By Tony Ogaga
Veteran filmmaker, Eddie Ugboma breathed his last on the morning of Saturday, May 11, 2019, after battling a chronic illness for over two years.
In this chat, Ugboma’s daughter, Mrs. Amaechi Ogunnubi opens up on the legend’s last moments including his legacy.
What was your first reaction when you heard that your father was dead?
I was shocked. His death came to me as a big surprise. I was with him all the way including when he took his last breath. It was a very trying and painful moment for me.
What were his last words?
He just kept on saying ‘stay around me, take care of me, you shouldn’t be far from me’. I was with him all through the period of his illness. I never expected he was going to pass away so soon. He actually ate that morning before we left for the hospital.
What kind of a father was he and what was his greatest advice to you?
He was a great father, a loving father who loved his children and everyone around him. He was always telling me to be strong and courageous. He said that I should learn to trust God more than man. He was the best dad ever!
Could you share some fond memories you had with him?
While growing up, daddy always told us stories at night and shared with us part of his experiences about life. He also gave us the opportunity to tell our own stories. He loved taking us to the beach on weekends. Sometimes, we had dancing competitions and the winner was entitled to a gift from him. Sometimes, he took us to work with him at the National Arts Theatre, Iganmu, Lagos.
Is any of his children taking after him?
Yes, we have talented artistes among his children. Two of my younger ones studied Theatre Arts and they have been working both as actor and costumier. Also, most of the films my father produced later on in life featured some of us, his children.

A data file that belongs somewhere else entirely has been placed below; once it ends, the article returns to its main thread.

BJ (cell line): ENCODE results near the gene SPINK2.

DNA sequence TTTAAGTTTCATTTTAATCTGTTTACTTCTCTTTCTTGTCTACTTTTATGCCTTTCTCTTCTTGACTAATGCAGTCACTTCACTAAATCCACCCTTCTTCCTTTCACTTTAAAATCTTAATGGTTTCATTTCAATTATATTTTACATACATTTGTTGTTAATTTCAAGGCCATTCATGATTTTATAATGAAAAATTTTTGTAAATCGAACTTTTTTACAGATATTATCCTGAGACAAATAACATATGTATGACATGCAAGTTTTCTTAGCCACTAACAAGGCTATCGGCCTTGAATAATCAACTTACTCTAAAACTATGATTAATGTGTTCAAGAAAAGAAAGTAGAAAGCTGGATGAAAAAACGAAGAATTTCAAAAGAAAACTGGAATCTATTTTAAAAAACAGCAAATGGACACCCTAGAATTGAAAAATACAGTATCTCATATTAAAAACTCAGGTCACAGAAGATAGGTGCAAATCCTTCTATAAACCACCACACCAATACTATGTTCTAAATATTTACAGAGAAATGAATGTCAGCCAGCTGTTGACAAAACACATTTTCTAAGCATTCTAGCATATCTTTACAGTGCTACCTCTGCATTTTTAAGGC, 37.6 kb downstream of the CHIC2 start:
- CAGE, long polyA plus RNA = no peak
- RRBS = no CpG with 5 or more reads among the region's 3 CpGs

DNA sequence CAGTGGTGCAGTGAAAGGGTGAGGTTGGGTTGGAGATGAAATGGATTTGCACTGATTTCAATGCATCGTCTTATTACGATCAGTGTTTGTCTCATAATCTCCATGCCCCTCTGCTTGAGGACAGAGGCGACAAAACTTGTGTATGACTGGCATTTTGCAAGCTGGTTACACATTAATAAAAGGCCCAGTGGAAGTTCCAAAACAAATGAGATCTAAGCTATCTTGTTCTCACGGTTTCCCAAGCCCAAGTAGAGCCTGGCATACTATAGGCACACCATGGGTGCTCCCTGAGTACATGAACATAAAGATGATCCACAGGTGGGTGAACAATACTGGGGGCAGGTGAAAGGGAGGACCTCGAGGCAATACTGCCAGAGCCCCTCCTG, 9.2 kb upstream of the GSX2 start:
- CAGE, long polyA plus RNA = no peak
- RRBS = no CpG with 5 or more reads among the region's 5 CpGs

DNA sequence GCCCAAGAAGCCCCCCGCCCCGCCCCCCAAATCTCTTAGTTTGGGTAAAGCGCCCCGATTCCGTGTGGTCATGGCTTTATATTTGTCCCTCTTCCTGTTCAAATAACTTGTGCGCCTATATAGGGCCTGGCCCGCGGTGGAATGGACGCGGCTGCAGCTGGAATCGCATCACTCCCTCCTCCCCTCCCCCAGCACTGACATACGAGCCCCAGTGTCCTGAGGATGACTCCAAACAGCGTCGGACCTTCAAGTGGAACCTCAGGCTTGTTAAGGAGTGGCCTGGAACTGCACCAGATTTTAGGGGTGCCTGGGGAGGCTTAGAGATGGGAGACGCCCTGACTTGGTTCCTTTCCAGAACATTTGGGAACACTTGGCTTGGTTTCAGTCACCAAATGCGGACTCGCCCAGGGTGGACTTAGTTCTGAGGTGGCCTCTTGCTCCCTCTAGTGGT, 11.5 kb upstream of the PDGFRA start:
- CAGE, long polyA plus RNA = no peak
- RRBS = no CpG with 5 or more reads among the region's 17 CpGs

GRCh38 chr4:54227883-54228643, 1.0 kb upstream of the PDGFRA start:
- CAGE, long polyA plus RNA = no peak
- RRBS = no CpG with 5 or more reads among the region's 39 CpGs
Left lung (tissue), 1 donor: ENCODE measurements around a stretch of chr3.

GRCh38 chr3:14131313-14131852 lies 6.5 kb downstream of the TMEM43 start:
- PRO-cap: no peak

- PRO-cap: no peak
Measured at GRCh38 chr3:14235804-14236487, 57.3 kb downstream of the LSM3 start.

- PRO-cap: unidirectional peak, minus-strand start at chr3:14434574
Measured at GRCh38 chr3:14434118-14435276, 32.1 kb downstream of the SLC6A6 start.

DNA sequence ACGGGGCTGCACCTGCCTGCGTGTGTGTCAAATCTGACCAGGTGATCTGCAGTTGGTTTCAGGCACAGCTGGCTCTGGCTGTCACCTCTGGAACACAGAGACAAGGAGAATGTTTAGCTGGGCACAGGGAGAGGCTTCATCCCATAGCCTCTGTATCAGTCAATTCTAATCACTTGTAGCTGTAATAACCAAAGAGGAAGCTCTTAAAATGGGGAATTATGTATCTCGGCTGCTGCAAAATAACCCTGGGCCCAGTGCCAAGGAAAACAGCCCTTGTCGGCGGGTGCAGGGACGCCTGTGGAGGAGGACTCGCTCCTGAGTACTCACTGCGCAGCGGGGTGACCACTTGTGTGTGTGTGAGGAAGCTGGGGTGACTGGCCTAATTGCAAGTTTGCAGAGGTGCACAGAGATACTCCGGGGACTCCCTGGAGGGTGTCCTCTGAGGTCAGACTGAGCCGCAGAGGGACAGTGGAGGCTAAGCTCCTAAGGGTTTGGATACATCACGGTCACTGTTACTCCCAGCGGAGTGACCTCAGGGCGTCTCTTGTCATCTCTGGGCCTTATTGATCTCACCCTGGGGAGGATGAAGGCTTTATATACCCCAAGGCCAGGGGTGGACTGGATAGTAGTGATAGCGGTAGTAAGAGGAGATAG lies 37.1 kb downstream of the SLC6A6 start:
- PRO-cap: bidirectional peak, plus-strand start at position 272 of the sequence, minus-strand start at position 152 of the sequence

Eddie Ugboma was arguably the only African to have shot 13 celluloid films. Any plan to preserve his legacy?
I expect that governments both at his native Delta State and at the federal level immortalise him by recognising his contributions, not just as a filmmaker but also as a former chairman of Nigerian Film Corporation. This is the time to help the family give him a befitting burial. This is the time to assist the family complete the Hall of Fame project, which he had been soliciting for funds to complete. Daddy sold almost everything he had to work on that project. So, if they assist in completing the project and even name it after him, I am sure he will smile wherever he is. But most importantly, he was working on digitalising the over 14 celluloid films he produced so they can be available to all, but funds stalled that dream. So, government assistance will go a long way. Thank God that, before his death, he already put us through with some of his works; and as a family, we will preserve his works for future generation and for the purpose of research. He had an intimidating archive as far as the entertainment industry was concerned. Of course, we will continue, but like I noted earlier, we will need the support of government, the private sector and well meaning Nigerians to continue with that and other projects, because they are capital intensive.
Before my daddy passed on, he practically went cap in hand, asking for funds for the project because the project was so dear to him. Help came from some individuals like Chief Raymond Dokpesi, Governor Akinwunmi Ambode and former Delta State Governor, Emmanuel Uduaghan, but like daddy told us, they were not enough to even make the portraits not to talk of the structure that will house the portraits. His idea was to have life-size portraits of all those that had been inducted with a brief (write-up) on them. It would have been the first of its kind in the country. So, we will need support to continue. It is something the family wants to complete in his honour.